] Unpacking the Infrastructure Investment and Jobs Act

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Infrastructure Investment and Jobs Act

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The Infrastructure Investment and Jobs Act (IIJA), also referred to as “Bipartisan Infrastructure Law” or “BIL” for short, was passed by Congress and signed by President in November 2021.

The IIJA, combined many of what had been previously stand-alone federal infrastructure bills into one. $550 billion in new funding, with the rest of the package comprised of previously approved funding totaling $1.2 trillion to be distributed between 2022 and 2026 with a high probability for the bulk of the spending to take place in 2025-2027.

Funding authorized through this bill will be awarded by many different entities.

  • Federal DOTs
  • State DOTs
  • State Environmental Agency
  • Individual Large MPOs
  • Others
Allocation by Project Type

The new funding is primarily designated for a dozen key categories where infrastructure investments were deemed most needed.

Transportation emerged as the big winner, with roads and bridges, rail, transit and airports garnering nearly half of the new funding. Power, broadband, water and environmental remediation also received large amounts. Here’s a rundown of the new funding, followed by some highlights.



Highways, city streets, bridges, bike/ped, electric vehicles.

KDOT’s desired outcomes: save lives, reduce transportation costs for people and goods, innovate infrastructure to strengthen communities.

Expands eligibility of long-standing funding programs from state system only to local systems.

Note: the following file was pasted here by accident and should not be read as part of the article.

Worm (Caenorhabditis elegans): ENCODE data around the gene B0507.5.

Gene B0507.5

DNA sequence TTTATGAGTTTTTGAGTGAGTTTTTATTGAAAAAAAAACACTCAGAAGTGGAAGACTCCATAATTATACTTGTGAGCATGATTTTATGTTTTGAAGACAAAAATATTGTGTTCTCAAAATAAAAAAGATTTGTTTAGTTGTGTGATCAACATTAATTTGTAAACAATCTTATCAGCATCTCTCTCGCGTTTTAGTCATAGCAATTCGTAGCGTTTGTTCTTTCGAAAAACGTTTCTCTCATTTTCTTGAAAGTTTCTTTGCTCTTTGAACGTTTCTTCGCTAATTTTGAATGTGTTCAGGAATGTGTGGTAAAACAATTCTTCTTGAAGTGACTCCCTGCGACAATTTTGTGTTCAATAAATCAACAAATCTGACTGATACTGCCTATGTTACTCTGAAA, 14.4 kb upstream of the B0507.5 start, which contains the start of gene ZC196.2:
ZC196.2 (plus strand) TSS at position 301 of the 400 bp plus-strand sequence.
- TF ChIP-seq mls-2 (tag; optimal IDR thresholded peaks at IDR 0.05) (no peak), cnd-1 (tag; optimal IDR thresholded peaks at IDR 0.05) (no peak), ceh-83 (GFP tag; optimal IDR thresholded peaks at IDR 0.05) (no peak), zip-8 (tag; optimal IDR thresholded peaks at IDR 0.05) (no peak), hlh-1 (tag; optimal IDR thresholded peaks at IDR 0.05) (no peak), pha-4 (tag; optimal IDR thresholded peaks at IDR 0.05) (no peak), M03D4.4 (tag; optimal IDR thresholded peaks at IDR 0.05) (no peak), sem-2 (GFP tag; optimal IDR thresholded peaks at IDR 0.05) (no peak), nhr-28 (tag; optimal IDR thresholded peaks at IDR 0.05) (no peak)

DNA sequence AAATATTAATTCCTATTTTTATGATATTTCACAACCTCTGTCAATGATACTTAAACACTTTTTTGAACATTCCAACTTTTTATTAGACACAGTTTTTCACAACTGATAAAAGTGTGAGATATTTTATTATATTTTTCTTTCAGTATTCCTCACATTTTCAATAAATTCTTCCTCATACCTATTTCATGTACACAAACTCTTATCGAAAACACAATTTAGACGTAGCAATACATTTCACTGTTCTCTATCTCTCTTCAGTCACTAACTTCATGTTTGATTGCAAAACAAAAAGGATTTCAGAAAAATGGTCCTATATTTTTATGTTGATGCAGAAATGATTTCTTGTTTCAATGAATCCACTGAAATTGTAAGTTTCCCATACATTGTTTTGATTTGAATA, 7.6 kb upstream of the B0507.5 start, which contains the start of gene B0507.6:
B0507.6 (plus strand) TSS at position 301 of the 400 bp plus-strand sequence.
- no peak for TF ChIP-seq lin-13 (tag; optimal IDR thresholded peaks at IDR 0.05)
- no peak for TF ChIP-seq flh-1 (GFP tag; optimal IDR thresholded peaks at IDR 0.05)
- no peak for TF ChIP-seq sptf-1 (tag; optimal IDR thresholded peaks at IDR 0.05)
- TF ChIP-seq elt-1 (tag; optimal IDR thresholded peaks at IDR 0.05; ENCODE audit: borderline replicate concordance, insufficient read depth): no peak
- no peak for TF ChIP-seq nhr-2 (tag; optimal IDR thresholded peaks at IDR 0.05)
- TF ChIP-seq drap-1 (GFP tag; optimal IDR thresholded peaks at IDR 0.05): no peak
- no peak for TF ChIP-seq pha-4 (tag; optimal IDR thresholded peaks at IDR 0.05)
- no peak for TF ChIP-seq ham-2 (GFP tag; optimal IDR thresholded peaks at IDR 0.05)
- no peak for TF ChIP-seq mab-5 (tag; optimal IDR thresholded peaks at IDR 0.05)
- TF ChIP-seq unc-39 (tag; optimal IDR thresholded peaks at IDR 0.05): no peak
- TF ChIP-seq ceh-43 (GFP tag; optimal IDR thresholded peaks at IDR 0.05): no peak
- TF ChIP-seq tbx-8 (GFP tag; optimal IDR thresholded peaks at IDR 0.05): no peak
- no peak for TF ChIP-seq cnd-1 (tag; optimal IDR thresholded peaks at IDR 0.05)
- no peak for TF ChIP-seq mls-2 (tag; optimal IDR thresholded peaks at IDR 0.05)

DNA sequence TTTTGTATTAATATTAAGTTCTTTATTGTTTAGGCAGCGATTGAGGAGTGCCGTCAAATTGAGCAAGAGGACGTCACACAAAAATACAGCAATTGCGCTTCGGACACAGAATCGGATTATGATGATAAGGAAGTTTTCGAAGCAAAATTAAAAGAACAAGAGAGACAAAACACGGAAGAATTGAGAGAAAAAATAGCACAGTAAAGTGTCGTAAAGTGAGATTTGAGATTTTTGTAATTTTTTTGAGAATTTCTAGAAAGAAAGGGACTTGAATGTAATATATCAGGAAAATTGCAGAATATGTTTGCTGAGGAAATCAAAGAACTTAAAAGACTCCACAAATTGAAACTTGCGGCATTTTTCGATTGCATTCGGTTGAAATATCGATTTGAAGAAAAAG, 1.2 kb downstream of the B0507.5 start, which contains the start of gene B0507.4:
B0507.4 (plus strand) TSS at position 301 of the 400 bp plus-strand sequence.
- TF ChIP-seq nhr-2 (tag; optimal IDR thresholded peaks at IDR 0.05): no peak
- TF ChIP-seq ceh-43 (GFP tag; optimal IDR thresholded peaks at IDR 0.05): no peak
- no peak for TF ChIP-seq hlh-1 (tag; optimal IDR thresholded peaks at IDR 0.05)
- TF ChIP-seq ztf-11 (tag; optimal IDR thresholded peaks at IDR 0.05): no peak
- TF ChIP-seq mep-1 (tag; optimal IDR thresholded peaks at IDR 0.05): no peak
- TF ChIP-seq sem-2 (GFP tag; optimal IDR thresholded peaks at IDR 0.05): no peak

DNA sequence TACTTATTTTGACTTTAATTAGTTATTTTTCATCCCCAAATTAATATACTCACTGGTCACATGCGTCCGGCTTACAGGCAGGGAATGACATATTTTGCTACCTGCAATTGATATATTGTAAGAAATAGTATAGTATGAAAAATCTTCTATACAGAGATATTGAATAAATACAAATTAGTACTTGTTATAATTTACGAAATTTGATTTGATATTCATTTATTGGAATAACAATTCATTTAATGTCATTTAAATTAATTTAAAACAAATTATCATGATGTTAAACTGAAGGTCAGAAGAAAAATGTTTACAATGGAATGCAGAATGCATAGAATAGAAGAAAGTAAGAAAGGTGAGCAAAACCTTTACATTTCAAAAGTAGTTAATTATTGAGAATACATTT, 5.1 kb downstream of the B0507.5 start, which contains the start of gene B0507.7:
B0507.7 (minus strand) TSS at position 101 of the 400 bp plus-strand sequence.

Drinking Water

Reauthorizes the Drinking Water State Revolving Fund (2022 – 2026)

  • $15 billion through the DWSRF to replace lead service lines
  • $9 billion to address emerging contaminants, including PFAS, in drinking water
  • $510 million over five years for a new Assistance for Small and Disadvantaged Communities Drinking Water grant program

Reauthorizes Clean Water State Revolving Fund (CWSRF) for five years (2022 – 2026).

  • $1.4 billion over five years for Sanitary Sewer Overflows and Stormwater Reuse Municipal Grants
  • $1 billion through CWSRF to address emerging contaminants
Electric Grid

Provides $73 billion to rebuild the electric grid, including:

  • $5 billion for grid hardening and modernization activities
  • $5 billion in competitive grants for development of innovative technologies
  • $1 billion to modernize and improve rural grid resilience
  • $10 billion to establish a transmission facilitation program

Provides Federal Energy Regulatory Commission (FERC) authority to overrule state regulators who deny project permits in DOE-designated transmission corridors.

  • $2 billion for dam safety
  • $67 million for FEMA operations and support for dam safety activities under the National Dam Safety Program
  • $733 million for FEMA federal assistance$148 million for dam safety programs
  • $585 million for High Hazard Dam Rehabilitation Grants, including $75 million for dam removal
  • $1.15 billion for rehabilitation, retrofitting, and removal activities across multiple agencies
  • $500 million grant program over five-years to provide energy efficiency and renewable energy improvements in public schools

Many of the details will get ironed out in the “rule making” process, where each federal cabinet will take to the IIJA Legislation and develop regulations. In addition, the state and federal agencies charged with administering the federal funding will also have their own rules and regulations for each program.

While the federal government has doubled down on its long-time commitment to capital investments in backbone infrastructure for state communities, states, and local governments have and will continue to pay for the majority of transportation, water, and wastewater infrastructure capital and operations.


Unpacking the Infrastructure Investment and Jobs Act